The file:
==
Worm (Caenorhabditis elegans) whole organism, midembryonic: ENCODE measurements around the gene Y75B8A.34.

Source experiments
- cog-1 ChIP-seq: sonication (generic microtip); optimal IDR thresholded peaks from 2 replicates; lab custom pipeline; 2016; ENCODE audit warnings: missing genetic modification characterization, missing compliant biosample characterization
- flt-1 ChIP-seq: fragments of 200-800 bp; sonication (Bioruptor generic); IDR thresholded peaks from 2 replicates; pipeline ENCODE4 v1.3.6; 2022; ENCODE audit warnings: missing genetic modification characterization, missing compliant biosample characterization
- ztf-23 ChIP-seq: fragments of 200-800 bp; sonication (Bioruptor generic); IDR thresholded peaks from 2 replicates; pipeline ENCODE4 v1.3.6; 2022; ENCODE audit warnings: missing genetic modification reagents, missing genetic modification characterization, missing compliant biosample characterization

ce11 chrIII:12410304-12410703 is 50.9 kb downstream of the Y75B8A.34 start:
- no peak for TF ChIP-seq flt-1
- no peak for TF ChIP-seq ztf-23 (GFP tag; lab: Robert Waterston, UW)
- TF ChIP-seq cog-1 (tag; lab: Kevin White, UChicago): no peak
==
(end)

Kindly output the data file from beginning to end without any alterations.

Worm (Caenorhabditis elegans) whole organism, midembryonic: ENCODE measurements around the gene Y75B8A.34.

Source experiments
- cog-1 ChIP-seq: sonication (generic microtip); optimal IDR thresholded peaks from 2 replicates; lab custom pipeline; 2016; ENCODE audit warnings: missing genetic modification characterization, missing compliant biosample characterization
- flt-1 ChIP-seq: fragments of 200-800 bp; sonication (Bioruptor generic); IDR thresholded peaks from 2 replicates; pipeline ENCODE4 v1.3.6; 2022; ENCODE audit warnings: missing genetic modification characterization, missing compliant biosample characterization
- ztf-23 ChIP-seq: fragments of 200-800 bp; sonication (Bioruptor generic); IDR thresholded peaks from 2 replicates; pipeline ENCODE4 v1.3.6; 2022; ENCODE audit warnings: missing genetic modification reagents, missing genetic modification characterization, missing compliant biosample characterization

ce11 chrIII:12410304-12410703 is 50.9 kb downstream of the Y75B8A.34 start:
- no peak for TF ChIP-seq flt-1
- no peak for TF ChIP-seq ztf-23 (GFP tag; lab: Robert Waterston, UW)
- TF ChIP-seq cog-1 (tag; lab: Kevin White, UChicago): no peak